TAMPA — Cindy Roberts has one more court hearing — and one hope: that the man who killed her police officer husband is sentenced to death.
Experts say the judge faces a difficult decision Friday. But Roberts, who was made a single mother by a single bullet, says it's easy.
"The actions that person took that evening warrant the death penalty" said Roberts, widow of Cpl. Mike Roberts.
For her, it's been a long 21/2 years that's seen tears, anxiety, depression and a little boy who talks to his father's headstone.
Her family still sets a place for the slain officer at Thanksgiving. Her son still includes his father in drawings.
But memories of scuba diving, hiking and swimming are becoming more distant.
Cindy Roberts says she misses her husband every day.
In November, Roberts sat through a two-week trial. She felt relief when jurors found Humberto Delgado Jr. guilty of killing her husband. She started shaking when jurors came back with a vote: 8-4 in favor of the death penalty.
On Friday, Hillsborough Circuit Judge Emmett Lamar Battles will decide whether Delgado deserves to die for his crime.
As for Roberts, it could be the last time she looks at Delgado, a man she refuses to call by name. To her, he's "that man" or "that dirtbag."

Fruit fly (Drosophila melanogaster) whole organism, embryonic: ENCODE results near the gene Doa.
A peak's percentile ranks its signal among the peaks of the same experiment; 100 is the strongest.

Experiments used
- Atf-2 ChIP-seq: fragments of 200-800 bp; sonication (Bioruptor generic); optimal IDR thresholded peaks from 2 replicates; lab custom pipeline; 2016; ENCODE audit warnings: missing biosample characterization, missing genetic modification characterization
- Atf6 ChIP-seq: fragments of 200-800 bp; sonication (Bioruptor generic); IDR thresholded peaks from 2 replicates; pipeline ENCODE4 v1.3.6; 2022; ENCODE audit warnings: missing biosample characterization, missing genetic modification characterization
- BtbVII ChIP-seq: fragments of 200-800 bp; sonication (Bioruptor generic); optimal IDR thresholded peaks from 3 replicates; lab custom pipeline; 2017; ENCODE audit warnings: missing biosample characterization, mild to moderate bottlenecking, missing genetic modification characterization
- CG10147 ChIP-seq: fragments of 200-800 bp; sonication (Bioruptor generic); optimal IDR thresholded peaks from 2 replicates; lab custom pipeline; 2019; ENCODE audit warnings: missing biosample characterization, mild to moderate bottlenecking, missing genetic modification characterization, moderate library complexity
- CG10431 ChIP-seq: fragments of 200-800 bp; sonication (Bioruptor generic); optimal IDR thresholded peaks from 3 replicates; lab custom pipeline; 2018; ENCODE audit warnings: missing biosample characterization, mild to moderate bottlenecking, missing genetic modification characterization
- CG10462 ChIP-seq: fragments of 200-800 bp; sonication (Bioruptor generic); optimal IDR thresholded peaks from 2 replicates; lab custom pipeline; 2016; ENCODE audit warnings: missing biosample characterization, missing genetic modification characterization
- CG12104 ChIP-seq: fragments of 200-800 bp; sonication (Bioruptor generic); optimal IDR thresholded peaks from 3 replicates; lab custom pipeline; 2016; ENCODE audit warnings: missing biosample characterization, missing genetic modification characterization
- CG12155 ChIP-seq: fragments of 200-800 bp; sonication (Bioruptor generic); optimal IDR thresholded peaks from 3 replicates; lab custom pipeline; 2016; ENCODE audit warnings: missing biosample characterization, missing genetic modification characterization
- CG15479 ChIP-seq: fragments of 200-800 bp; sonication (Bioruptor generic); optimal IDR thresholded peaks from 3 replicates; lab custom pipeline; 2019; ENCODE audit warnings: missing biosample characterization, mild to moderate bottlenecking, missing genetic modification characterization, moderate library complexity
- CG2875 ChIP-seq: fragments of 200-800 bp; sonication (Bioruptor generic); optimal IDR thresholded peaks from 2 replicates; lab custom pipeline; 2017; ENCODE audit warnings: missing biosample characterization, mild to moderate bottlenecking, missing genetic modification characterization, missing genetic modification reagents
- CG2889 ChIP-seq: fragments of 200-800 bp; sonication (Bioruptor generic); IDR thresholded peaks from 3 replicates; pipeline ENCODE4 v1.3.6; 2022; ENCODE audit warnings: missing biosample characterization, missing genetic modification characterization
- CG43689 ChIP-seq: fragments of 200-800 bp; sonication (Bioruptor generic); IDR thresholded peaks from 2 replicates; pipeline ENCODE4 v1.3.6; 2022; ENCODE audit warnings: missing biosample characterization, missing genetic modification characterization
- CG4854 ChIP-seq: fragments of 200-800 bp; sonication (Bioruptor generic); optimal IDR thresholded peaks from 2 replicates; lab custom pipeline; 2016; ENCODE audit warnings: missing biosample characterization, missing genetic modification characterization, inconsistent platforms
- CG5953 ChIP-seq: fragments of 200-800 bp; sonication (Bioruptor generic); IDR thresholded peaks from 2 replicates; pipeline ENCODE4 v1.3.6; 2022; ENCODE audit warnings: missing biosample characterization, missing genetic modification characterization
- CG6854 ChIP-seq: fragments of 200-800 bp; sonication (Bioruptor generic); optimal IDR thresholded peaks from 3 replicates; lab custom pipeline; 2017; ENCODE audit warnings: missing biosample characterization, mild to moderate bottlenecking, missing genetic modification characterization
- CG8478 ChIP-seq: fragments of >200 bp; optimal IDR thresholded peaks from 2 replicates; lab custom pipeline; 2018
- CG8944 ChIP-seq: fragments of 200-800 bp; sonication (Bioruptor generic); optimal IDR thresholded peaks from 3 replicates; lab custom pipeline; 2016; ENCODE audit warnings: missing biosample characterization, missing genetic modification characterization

"It'll be a very emotional day," she said.
She'll be bolstered by a sea of blue.
During the trial, Tampa police officers wore street clothes. Prosecutors had asked them to leave their uniforms behind. The theory is their appearance could sway the jury.
No one wanted to create fodder for an appeal.
But now that the jury is out of the picture, police no longer worry. They don't believe their uniforms will affect the judge, said police spokeswoman Laura McElroy.
Chief Jane Castor emailed the hearing details to the entire agency.
"Everyone is encouraged to attend," she wrote.
Tampa Detective Greg Stout says he'll be there.
Stout, president of the city's police union, sat through every day of the trial except one. He also hopes Judge Battles will choose death.
Delgado knocked Roberts out before shooting him, witnesses testified during the trial.
"(Delgado) could have walked away," Stout said. "But he chose murder."
The defense has argued Delgado is mentally ill. He has previously been diagnosed with bipolar disorder. He thought the Masons and even rapper 50 Cent were out to get him.
Doctors for the defense testified that, during the August 2009 shooting, Delgado — who was pushing a shopping cart of weapons along Nebraska Avenue — was impaired by psychotic delusions and paranoia.
"I don't doubt that he has a mental illness, that he believes the Masons were after him," Stout said. "But he's not insane."
Cindy Roberts expects Friday will be a culmination of everything prosecutors have been working toward: "Justice for Mike."
She pauses when she talks about what a death sentence might mean for her.
"Hopefully," she said, "it will in some way bring some kind of closure."
Jessica Vander Velde can be reached at firstname.lastname@example.org or (813) 226-3433.